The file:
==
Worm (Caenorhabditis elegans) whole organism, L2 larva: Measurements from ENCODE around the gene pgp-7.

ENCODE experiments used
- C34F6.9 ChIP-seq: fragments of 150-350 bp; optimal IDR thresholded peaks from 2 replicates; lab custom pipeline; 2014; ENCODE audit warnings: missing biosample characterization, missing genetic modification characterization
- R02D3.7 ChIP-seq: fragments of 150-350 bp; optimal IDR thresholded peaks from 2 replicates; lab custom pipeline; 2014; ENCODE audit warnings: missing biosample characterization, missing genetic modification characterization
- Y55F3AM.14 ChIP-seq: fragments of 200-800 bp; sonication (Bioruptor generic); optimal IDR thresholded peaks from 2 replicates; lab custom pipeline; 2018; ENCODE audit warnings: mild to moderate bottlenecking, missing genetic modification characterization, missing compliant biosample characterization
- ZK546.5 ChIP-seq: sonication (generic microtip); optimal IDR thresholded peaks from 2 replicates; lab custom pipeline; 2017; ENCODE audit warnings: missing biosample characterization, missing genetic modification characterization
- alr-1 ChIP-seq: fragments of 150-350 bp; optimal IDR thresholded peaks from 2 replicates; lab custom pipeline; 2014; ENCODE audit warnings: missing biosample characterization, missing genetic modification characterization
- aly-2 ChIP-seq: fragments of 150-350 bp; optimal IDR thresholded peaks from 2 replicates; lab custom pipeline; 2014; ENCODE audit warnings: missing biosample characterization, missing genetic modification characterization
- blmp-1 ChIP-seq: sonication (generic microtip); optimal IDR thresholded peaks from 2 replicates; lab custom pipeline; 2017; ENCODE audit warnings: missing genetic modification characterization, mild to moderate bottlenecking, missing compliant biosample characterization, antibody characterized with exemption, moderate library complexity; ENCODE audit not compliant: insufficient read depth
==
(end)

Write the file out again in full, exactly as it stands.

Worm (Caenorhabditis elegans) whole organism, L2 larva: Measurements from ENCODE around the gene pgp-7.

ENCODE experiments used
- C34F6.9 ChIP-seq: fragments of 150-350 bp; optimal IDR thresholded peaks from 2 replicates; lab custom pipeline; 2014; ENCODE audit warnings: missing biosample characterization, missing genetic modification characterization
- R02D3.7 ChIP-seq: fragments of 150-350 bp; optimal IDR thresholded peaks from 2 replicates; lab custom pipeline; 2014; ENCODE audit warnings: missing biosample characterization, missing genetic modification characterization
- Y55F3AM.14 ChIP-seq: fragments of 200-800 bp; sonication (Bioruptor generic); optimal IDR thresholded peaks from 2 replicates; lab custom pipeline; 2018; ENCODE audit warnings: mild to moderate bottlenecking, missing genetic modification characterization, missing compliant biosample characterization
- ZK546.5 ChIP-seq: sonication (generic microtip); optimal IDR thresholded peaks from 2 replicates; lab custom pipeline; 2017; ENCODE audit warnings: missing biosample characterization, missing genetic modification characterization
- alr-1 ChIP-seq: fragments of 150-350 bp; optimal IDR thresholded peaks from 2 replicates; lab custom pipeline; 2014; ENCODE audit warnings: missing biosample characterization, missing genetic modification characterization
- aly-2 ChIP-seq: fragments of 150-350 bp; optimal IDR thresholded peaks from 2 replicates; lab custom pipeline; 2014; ENCODE audit warnings: missing biosample characterization, missing genetic modification characterization
- blmp-1 ChIP-seq: sonication (generic microtip); optimal IDR thresholded peaks from 2 replicates; lab custom pipeline; 2017; ENCODE audit warnings: missing genetic modification characterization, mild to moderate bottlenecking, missing compliant biosample characterization, antibody characterized with exemption, moderate library complexity; ENCODE audit not compliant: insufficient read depth